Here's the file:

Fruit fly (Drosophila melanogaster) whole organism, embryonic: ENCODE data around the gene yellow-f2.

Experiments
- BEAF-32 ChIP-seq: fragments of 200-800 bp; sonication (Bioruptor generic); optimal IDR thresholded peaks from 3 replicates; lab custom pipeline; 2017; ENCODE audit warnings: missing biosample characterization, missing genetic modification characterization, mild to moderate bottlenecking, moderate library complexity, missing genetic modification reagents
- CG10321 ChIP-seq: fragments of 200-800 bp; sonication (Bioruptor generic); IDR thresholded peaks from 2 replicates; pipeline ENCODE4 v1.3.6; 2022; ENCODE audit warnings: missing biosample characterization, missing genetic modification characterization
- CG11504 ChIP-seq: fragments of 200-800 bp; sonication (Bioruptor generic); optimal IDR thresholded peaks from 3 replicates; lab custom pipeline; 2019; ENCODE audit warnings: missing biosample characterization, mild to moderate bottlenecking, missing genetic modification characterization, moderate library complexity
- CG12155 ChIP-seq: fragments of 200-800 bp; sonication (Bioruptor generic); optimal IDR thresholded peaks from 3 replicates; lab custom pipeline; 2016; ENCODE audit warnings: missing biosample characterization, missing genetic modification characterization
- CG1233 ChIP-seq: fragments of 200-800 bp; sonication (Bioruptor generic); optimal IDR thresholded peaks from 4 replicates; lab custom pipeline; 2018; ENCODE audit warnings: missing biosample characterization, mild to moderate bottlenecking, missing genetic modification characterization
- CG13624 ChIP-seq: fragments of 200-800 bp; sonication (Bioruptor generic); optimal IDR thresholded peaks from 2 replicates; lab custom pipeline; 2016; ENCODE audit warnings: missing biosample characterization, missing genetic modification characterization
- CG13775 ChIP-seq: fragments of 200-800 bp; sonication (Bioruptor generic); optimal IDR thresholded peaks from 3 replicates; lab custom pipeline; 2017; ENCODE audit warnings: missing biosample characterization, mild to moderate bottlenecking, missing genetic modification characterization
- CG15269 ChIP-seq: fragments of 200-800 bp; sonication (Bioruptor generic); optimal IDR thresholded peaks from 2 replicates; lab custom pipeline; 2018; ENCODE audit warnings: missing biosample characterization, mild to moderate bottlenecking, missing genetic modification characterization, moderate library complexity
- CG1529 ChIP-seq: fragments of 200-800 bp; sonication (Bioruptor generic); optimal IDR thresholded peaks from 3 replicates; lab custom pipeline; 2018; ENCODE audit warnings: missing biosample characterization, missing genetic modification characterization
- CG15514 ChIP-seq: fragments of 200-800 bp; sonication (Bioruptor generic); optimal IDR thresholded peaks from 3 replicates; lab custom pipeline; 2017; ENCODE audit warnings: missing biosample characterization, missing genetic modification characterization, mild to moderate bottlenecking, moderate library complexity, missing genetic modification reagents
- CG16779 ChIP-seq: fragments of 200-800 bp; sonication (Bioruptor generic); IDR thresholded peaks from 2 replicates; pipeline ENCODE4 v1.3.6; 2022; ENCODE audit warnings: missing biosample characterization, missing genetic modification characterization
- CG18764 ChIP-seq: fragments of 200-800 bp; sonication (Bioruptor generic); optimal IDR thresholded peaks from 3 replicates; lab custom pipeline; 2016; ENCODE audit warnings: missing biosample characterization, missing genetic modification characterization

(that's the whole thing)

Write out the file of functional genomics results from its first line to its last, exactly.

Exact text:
Fruit fly (Drosophila melanogaster) whole organism, embryonic: ENCODE data around the gene yellow-f2.

Experiments
- BEAF-32 ChIP-seq: fragments of 200-800 bp; sonication (Bioruptor generic); optimal IDR thresholded peaks from 3 replicates; lab custom pipeline; 2017; ENCODE audit warnings: missing biosample characterization, missing genetic modification characterization, mild to moderate bottlenecking, moderate library complexity, missing genetic modification reagents
- CG10321 ChIP-seq: fragments of 200-800 bp; sonication (Bioruptor generic); IDR thresholded peaks from 2 replicates; pipeline ENCODE4 v1.3.6; 2022; ENCODE audit warnings: missing biosample characterization, missing genetic modification characterization
- CG11504 ChIP-seq: fragments of 200-800 bp; sonication (Bioruptor generic); optimal IDR thresholded peaks from 3 replicates; lab custom pipeline; 2019; ENCODE audit warnings: missing biosample characterization, mild to moderate bottlenecking, missing genetic modification characterization, moderate library complexity
- CG12155 ChIP-seq: fragments of 200-800 bp; sonication (Bioruptor generic); optimal IDR thresholded peaks from 3 replicates; lab custom pipeline; 2016; ENCODE audit warnings: missing biosample characterization, missing genetic modification characterization
- CG1233 ChIP-seq: fragments of 200-800 bp; sonication (Bioruptor generic); optimal IDR thresholded peaks from 4 replicates; lab custom pipeline; 2018; ENCODE audit warnings: missing biosample characterization, mild to moderate bottlenecking, missing genetic modification characterization
- CG13624 ChIP-seq: fragments of 200-800 bp; sonication (Bioruptor generic); optimal IDR thresholded peaks from 2 replicates; lab custom pipeline; 2016; ENCODE audit warnings: missing biosample characterization, missing genetic modification characterization
- CG13775 ChIP-seq: fragments of 200-800 bp; sonication (Bioruptor generic); optimal IDR thresholded peaks from 3 replicates; lab custom pipeline; 2017; ENCODE audit warnings: missing biosample characterization, mild to moderate bottlenecking, missing genetic modification characterization
- CG15269 ChIP-seq: fragments of 200-800 bp; sonication (Bioruptor generic); optimal IDR thresholded peaks from 2 replicates; lab custom pipeline; 2018; ENCODE audit warnings: missing biosample characterization, mild to moderate bottlenecking, missing genetic modification characterization, moderate library complexity
- CG1529 ChIP-seq: fragments of 200-800 bp; sonication (Bioruptor generic); optimal IDR thresholded peaks from 3 replicates; lab custom pipeline; 2018; ENCODE audit warnings: missing biosample characterization, missing genetic modification characterization
- CG15514 ChIP-seq: fragments of 200-800 bp; sonication (Bioruptor generic); optimal IDR thresholded peaks from 3 replicates; lab custom pipeline; 2017; ENCODE audit warnings: missing biosample characterization, missing genetic modification characterization, mild to moderate bottlenecking, moderate library complexity, missing genetic modification reagents
- CG16779 ChIP-seq: fragments of 200-800 bp; sonication (Bioruptor generic); IDR thresholded peaks from 2 replicates; pipeline ENCODE4 v1.3.6; 2022; ENCODE audit warnings: missing biosample characterization, missing genetic modification characterization
- CG18764 ChIP-seq: fragments of 200-800 bp; sonication (Bioruptor generic); optimal IDR thresholded peaks from 3 replicates; lab custom pipeline; 2016; ENCODE audit warnings: missing biosample characterization, missing genetic modification characterization